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Seventh Sámediggi (Sami Parliament) officially opened

“I hereby convene the Sámediggi to its venerable task and commit its representatives to work to the benefit of the Sami people and our nation,” said His Majesty The King as he presided over the opening of the 7th Sámediggi today.


His Majesty The King and His Royal Highness The Crown Prince were escorted by the plenary chair into the plenary hall, where the Royal Anthem was played at the beginning of the official opening ceremony.

After a musical performance by Marja Helena Fjellheim Mortensson, the Sámediggi Plenary Chair Jarle Jonassen gave his welcome speech. King Harald then performed the official opening.

“The Sámediggi plays an important role in shaping our shared community. The efforts of the Sámediggi have helped to safeguard and enhance the position of Sami culture, language and society,” said King Harald, who also praised the Sami artists and cultural performers for the valuable part they play in strengthening the Sami identity.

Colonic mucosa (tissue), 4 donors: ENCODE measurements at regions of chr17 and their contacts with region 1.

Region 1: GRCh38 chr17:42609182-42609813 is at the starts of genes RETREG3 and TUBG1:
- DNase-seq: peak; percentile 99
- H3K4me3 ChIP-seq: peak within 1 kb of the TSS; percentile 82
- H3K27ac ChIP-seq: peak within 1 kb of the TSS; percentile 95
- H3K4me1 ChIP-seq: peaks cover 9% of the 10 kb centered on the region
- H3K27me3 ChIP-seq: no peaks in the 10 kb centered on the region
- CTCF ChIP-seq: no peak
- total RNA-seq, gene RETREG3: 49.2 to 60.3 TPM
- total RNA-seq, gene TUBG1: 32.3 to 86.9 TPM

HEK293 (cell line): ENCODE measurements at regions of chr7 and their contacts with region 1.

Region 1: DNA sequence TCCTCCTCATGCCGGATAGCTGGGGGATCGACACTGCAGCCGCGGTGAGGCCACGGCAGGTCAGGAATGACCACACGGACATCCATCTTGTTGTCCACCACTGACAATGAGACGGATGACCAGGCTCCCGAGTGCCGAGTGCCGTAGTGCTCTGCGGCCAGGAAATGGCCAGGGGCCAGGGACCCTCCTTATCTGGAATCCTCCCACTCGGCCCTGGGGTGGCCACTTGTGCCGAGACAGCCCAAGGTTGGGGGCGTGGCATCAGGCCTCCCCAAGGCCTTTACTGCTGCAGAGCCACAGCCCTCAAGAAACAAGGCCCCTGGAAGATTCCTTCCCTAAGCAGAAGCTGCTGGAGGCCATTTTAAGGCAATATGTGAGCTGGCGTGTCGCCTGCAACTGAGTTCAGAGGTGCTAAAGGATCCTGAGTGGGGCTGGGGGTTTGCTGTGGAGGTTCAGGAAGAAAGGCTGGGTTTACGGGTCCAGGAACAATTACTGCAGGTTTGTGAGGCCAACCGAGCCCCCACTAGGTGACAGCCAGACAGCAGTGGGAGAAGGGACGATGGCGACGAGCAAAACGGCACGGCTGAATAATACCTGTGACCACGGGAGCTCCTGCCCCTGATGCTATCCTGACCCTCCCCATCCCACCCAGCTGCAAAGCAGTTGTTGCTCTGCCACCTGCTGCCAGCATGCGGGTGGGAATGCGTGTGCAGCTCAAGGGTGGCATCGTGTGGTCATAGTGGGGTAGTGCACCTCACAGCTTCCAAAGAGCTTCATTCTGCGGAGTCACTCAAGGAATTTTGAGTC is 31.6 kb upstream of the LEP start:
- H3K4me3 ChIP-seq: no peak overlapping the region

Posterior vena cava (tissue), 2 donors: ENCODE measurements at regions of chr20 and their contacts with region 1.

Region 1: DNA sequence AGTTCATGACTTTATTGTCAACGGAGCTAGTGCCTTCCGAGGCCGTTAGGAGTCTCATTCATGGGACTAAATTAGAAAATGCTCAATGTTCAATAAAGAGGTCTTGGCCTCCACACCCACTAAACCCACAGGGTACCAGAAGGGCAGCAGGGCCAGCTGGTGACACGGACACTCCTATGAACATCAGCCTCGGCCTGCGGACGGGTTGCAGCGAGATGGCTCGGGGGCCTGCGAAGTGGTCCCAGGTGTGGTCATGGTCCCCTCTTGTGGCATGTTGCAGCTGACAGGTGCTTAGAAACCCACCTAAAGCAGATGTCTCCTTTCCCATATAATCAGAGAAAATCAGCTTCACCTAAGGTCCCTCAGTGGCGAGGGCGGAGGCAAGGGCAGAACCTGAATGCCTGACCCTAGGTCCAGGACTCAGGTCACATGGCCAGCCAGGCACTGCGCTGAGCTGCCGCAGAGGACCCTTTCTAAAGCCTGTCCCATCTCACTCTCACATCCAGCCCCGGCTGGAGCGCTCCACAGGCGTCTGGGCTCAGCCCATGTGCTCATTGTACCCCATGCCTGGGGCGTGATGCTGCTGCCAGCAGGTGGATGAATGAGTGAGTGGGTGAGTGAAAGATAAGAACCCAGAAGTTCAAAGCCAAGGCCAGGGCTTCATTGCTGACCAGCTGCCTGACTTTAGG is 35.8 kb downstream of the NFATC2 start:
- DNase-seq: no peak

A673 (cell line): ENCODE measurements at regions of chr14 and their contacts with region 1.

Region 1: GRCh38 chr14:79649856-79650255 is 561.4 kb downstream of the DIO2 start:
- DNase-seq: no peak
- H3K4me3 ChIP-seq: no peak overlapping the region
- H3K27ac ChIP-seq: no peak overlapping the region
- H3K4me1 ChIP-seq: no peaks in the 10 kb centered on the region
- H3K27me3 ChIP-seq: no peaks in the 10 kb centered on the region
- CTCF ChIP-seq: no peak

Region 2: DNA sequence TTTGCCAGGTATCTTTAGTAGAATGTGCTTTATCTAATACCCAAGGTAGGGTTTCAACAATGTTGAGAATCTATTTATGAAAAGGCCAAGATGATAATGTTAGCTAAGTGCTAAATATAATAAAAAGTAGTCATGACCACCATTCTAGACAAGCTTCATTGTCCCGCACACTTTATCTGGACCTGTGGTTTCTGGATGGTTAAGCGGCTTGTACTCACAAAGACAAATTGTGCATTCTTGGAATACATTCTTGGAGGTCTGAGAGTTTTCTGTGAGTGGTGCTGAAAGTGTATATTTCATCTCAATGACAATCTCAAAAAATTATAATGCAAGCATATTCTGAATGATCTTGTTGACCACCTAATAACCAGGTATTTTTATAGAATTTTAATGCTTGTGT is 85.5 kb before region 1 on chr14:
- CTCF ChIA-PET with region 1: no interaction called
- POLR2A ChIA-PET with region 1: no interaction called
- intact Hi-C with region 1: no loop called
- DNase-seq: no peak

The King’s speech was followed by welcome speeches on behalf of the Storting (Norwegian Parliament), the Sami Parliament of Sweden and the Sami Parliament of Finland. The opening ceremony concluded with “Sámi soga lávlla”, the Sami national anthem.

The Sámediggi (The Sami Parliament)

The Sámediggi is an elected assembly that represents the Sami people in Norway. Thirty-nine members of parliament are elected from seven constituencies every fourth year. The first Sámediggi was opened on 9 October 1989 by King Olav V. The opening ceremony is held every fourth year; today’s marks the seventh consecutive opening.

The purpose of the Sámediggi is to strengthen the political position of the Sami people and promote Sami interests in Norway, contributing to equal and equitable treatment of the Sami people and paving the way for Sami efforts to safeguard and develop their language, culture and society.

The Sámediggi Building in Karasjok was officially opened by King Harald on 2 November 2000. The building houses the plenary meetings of the democratically elected Sami assembly as well as the administration for the Sámediggi in Norway.


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